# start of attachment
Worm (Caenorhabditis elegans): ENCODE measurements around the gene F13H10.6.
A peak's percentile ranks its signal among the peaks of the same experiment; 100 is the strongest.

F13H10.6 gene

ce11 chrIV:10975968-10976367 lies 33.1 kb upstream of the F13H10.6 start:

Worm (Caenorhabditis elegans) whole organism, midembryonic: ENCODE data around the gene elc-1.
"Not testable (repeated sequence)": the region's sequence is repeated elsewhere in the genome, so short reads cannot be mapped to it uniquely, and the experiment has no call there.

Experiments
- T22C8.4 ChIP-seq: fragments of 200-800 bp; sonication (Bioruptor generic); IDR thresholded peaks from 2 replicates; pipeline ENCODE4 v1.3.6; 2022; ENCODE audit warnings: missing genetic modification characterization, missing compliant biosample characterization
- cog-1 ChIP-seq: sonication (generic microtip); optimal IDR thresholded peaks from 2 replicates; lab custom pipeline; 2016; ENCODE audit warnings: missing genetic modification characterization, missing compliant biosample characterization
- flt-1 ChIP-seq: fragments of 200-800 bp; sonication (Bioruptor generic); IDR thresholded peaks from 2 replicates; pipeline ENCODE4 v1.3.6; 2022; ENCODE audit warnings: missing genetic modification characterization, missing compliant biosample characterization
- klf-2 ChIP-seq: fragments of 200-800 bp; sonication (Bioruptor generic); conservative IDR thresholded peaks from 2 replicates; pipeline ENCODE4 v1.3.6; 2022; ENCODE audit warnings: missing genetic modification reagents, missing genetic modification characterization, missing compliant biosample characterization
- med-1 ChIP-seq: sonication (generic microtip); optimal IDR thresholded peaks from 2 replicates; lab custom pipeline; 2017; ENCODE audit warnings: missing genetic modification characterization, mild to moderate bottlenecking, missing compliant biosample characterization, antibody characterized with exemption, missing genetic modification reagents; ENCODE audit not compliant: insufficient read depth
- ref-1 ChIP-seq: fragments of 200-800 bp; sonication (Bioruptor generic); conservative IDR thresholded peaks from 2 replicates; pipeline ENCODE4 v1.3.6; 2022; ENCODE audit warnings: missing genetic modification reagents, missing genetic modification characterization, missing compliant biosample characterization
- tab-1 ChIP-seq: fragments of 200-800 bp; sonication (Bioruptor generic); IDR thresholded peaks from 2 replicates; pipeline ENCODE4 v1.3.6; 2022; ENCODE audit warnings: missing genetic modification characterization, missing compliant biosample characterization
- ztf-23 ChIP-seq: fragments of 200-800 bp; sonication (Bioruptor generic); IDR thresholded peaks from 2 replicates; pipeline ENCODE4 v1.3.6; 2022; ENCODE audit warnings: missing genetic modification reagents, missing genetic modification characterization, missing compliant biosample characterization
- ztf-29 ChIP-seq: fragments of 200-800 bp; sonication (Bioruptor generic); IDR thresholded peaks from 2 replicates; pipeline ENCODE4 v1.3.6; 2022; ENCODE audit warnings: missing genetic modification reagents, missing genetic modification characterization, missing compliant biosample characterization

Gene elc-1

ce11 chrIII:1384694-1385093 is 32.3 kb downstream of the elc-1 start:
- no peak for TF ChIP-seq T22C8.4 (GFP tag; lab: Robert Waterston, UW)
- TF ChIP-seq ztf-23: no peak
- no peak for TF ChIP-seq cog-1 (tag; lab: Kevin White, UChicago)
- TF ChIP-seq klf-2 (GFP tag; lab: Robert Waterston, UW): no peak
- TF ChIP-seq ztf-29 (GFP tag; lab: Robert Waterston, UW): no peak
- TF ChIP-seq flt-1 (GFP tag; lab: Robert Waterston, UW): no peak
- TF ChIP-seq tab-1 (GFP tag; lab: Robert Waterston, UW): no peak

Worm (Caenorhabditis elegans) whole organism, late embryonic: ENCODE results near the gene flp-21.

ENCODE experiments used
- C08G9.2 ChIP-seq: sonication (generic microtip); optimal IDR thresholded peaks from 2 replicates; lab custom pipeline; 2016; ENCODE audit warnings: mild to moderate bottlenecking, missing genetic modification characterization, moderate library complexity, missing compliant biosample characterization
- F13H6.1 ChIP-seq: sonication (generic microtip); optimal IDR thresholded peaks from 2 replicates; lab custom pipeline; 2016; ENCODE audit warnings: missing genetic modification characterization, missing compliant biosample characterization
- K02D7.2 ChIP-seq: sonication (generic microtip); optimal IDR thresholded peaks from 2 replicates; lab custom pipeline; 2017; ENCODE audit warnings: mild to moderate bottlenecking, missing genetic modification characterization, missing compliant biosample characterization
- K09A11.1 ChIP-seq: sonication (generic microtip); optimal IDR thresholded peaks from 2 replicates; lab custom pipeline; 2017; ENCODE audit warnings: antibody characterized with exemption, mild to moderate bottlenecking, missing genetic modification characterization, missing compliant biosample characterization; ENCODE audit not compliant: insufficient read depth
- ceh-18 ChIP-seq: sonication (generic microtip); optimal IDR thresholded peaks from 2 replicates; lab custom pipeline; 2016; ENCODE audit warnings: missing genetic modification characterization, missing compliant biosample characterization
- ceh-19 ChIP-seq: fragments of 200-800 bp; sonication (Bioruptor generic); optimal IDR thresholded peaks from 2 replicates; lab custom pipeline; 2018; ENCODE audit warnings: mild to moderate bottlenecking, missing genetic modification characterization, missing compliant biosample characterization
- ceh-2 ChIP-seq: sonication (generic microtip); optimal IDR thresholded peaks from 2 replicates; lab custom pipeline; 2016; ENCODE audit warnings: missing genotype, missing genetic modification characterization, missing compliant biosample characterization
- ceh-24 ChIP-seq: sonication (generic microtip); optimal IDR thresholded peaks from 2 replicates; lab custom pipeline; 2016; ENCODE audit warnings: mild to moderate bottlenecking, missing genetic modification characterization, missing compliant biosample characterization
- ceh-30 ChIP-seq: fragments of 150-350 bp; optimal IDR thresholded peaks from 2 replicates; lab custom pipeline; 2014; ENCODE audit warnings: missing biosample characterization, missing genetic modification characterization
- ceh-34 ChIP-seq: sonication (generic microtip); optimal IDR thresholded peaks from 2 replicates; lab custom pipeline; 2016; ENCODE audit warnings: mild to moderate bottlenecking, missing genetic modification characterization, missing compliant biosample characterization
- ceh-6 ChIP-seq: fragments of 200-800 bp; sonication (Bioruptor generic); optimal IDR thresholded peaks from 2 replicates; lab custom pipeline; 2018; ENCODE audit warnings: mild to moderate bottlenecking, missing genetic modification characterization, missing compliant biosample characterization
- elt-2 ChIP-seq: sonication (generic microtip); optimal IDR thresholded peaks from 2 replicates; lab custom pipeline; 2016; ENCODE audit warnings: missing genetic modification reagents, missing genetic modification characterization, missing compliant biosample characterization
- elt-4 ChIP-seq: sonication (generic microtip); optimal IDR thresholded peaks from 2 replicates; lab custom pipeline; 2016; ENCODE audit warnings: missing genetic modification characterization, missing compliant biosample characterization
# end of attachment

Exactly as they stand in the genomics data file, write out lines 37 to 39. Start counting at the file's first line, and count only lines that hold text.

- ceh-34 ChIP-seq: sonication (generic microtip); optimal IDR thresholded peaks from 2 replicates; lab custom pipeline; 2016; ENCODE audit warnings: mild to moderate bottlenecking, missing genetic modification characterization, missing compliant biosample characterization
- ceh-6 ChIP-seq: fragments of 200-800 bp; sonication (Bioruptor generic); optimal IDR thresholded peaks from 2 replicates; lab custom pipeline; 2018; ENCODE audit warnings: mild to moderate bottlenecking, missing genetic modification characterization, missing compliant biosample characterization
- elt-2 ChIP-seq: sonication (generic microtip); optimal IDR thresholded peaks from 2 replicates; lab custom pipeline; 2016; ENCODE audit warnings: missing genetic modification reagents, missing genetic modification characterization, missing compliant biosample characterization